In V-VI cc. in the field of theory,a wealth of knowledge is accumulated through independent and translation rich literature.In addition to sound adjustments, there were developed sound and harmony teachings.At the beginning of VII c. the theory was enriched by a teaching on phonetics(acoustics), and a century later Armenian sounds were being rebuilt in the light of eightsound pan-Christian contemporary theory.People start to use a kind of old playwriting which fragments reached us in the form of chunks.
The issues of ritual were again shown in the works of Hovhan Odznetsi and Khosrov Andzevatsi.Mythological and naturalistic ideas typical to pegan period were replaced by philosophical views that support rational understanding of music which are raised in the works of Davit Anhaght,Davit Kerakan and Stepanos Syunetsi II.
In the field of theory the teachings on the basis of sound, volume and harmony found their further development. The whole system of syllables or sampler sounds was enriched, with significant advances in their scientific classification. Based on all of this,to some extent the art of playwriting and khazwriting also reached a certain level of development in this era.
In the field of musical aesthetics in X-XV centuries Armenian scholars refferd to the origins of music art, the essence of music, the power and nature of its influence, the relationship between secular and spiritual music, and the relation of music art to reality.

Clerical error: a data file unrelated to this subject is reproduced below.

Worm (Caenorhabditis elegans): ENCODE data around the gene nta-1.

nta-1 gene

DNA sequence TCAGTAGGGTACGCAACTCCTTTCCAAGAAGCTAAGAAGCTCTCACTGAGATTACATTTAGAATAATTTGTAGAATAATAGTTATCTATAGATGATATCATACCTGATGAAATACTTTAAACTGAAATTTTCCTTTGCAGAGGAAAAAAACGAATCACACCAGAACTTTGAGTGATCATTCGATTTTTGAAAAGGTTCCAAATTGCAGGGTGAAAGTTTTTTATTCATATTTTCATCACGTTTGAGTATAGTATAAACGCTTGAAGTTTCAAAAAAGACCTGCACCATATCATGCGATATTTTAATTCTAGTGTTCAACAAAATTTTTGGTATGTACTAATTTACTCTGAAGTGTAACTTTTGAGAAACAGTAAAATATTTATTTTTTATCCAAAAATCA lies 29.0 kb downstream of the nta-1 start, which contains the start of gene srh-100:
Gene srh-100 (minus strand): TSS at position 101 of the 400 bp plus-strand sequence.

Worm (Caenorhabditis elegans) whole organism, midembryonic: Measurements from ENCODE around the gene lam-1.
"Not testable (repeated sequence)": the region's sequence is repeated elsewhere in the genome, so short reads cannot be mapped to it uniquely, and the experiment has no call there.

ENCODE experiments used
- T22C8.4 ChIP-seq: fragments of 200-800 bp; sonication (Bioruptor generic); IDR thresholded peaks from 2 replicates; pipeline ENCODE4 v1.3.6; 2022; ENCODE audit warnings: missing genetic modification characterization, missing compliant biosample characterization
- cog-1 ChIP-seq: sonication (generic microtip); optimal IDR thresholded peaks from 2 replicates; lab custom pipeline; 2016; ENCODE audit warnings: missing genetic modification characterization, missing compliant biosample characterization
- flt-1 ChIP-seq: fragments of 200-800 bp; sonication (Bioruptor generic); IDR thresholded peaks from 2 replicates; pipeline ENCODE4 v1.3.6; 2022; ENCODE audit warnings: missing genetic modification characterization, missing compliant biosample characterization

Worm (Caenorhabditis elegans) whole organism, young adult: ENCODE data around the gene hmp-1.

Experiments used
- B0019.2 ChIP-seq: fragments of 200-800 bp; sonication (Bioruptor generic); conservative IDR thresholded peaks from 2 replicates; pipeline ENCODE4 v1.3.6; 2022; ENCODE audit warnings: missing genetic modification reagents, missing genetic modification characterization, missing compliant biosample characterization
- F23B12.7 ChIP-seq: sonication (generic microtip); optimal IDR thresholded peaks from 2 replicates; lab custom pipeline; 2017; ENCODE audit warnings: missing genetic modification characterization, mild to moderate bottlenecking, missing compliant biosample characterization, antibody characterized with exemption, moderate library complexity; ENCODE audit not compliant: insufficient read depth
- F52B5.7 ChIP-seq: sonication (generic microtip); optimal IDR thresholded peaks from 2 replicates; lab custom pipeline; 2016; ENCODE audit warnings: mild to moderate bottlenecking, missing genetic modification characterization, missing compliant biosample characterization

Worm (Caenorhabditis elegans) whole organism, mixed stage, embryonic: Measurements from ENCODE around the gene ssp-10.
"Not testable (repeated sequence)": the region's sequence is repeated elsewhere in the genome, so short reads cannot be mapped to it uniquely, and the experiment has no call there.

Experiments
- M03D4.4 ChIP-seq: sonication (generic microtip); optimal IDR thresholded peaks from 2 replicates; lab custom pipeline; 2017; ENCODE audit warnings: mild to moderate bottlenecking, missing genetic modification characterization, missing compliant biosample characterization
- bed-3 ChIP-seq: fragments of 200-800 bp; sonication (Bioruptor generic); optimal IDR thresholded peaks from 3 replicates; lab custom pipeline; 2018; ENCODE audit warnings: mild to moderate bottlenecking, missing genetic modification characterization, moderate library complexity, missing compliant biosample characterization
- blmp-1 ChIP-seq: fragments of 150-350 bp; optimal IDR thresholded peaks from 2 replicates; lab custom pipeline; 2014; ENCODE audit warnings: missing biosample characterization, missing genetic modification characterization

The inner content of the greatest movement made in the musical life of Armenia in the X-XI centuries constitutes the flourishing of the art of tagh(canto). Including the composition of melodies, sanctuaries, as well as heavy and key psalms, it presented a unique field of newly created works. A new style of music was being established and developed.
X-XI centuries were the period of blooming of tagh art and at the same time, the ornamental style. At this stage, the discreet, size-specific ornamentation accentuated and outlined the main features of the large sublime compositions. The best examples were those of Grigor Narekatsi`s taghs and, later, the works of Archimandrite Hovhannes Sarkavag.
In XII-XIII centuries the melodies were most adorned with various ornaments, without losing their generous character,and they began and continued brilliantly with the work of Nerses Shnorhali, with his taghs, heavy and key psalms and liturgical songs. Generally, in the musical and poetic legacy of Shnorhali, they receive almost the final image of all the lasting values of the music of the Armenian authoritarian culture, the liturgy and other manuscripts.
After Nerses Shnorhali, a number of music-poets worked in Cilicia and central Armenia.Their efforts enriched the field of works related to the second phase of the masterful-ornamental style of songwriting, also the medieval Armenian music and aesthetic thought was deepened and expanded.
XIV-XV centuries first in Cilicia, and then in central Armenia, there was a new professional class of anonymous singer-songwriters whose representatives saw their primary creative and performing task until the 12th-13th centuries in revising the musical component of the composed songs according to the requirements of ornate style of singing. Through their work the generous-ornamental style entered the third stage of development, which was characterized by the reversal of that style.